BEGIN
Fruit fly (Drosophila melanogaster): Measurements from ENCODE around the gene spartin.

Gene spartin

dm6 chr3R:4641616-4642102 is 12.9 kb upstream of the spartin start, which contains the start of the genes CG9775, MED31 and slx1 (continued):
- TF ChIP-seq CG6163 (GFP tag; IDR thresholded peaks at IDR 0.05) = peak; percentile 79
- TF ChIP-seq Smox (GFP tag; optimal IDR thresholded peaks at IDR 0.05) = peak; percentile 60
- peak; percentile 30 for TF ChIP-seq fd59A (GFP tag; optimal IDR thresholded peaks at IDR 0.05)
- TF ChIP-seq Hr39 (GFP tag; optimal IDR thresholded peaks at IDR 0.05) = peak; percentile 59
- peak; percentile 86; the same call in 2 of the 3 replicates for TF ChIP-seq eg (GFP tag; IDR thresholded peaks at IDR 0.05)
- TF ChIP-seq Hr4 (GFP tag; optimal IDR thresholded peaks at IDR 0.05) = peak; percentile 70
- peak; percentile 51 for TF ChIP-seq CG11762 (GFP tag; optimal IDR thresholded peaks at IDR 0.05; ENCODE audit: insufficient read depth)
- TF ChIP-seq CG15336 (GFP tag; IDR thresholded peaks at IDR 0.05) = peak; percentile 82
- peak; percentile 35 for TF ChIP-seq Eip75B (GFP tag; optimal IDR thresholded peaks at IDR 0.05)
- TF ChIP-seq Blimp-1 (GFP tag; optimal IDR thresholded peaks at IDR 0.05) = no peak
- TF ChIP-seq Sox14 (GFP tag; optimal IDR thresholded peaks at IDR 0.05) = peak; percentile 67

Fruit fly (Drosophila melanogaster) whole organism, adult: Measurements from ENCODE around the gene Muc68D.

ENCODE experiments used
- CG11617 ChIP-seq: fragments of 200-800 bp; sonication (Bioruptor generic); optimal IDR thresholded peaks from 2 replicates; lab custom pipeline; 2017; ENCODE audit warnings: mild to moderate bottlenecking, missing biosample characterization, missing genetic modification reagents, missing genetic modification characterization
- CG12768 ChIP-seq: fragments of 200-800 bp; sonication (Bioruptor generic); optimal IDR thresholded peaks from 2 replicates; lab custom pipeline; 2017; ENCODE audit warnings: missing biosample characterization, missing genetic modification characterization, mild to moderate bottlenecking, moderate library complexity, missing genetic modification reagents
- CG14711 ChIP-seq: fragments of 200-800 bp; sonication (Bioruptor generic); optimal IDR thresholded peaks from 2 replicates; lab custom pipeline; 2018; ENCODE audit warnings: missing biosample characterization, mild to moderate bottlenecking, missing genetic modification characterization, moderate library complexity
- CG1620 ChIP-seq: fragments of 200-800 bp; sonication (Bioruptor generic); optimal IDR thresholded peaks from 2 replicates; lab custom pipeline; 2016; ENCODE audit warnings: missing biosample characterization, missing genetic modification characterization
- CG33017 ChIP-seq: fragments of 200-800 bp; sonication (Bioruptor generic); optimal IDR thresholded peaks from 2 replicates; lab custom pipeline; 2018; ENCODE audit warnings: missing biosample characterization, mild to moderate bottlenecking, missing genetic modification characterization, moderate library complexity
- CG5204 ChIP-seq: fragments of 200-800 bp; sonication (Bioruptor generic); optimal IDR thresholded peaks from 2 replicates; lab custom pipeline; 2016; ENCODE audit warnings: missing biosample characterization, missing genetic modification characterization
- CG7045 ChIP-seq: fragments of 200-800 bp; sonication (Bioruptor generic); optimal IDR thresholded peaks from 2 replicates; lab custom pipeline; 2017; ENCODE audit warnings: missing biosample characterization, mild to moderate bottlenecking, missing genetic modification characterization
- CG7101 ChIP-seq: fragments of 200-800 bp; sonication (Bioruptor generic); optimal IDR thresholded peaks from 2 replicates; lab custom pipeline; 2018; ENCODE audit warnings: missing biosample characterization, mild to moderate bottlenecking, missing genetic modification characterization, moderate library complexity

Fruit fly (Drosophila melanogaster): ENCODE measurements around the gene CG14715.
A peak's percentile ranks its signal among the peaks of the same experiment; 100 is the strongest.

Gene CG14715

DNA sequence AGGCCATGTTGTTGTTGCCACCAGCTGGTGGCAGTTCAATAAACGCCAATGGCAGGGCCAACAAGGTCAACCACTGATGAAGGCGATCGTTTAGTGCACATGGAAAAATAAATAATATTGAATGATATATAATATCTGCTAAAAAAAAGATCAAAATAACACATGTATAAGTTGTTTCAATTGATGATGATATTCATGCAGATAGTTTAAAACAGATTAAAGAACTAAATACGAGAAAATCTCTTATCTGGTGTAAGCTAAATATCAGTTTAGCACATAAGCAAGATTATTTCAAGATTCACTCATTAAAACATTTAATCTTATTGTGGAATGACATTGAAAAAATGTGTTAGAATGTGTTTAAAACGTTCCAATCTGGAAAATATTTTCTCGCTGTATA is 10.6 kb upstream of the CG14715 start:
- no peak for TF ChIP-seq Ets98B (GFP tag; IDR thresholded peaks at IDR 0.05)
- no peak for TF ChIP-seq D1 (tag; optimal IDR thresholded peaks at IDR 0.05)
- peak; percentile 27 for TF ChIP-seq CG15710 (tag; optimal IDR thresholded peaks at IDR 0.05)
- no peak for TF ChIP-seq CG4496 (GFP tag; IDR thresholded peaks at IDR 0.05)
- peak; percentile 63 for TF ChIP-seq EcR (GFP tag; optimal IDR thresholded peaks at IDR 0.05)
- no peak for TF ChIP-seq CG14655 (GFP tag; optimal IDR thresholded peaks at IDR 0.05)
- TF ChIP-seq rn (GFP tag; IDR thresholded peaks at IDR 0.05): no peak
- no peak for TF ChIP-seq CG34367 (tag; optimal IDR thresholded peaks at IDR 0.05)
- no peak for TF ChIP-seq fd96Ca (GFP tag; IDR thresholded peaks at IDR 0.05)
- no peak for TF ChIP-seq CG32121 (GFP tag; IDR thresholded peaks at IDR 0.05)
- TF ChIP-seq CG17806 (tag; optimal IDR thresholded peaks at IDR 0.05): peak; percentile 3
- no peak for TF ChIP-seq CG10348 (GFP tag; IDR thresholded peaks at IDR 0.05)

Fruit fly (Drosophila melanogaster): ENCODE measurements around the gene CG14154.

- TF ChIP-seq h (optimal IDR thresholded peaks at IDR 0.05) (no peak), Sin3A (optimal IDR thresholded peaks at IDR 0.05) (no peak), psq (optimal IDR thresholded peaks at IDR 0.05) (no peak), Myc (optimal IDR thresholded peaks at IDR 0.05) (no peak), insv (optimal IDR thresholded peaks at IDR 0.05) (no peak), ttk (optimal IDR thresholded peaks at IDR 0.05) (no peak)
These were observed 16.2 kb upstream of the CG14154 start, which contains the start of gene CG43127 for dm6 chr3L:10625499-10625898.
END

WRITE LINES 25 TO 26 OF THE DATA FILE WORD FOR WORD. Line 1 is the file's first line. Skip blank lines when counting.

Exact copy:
Fruit fly (Drosophila melanogaster): ENCODE measurements around the gene CG14715.
A peak's percentile ranks its signal among the peaks of the same experiment; 100 is the strongest.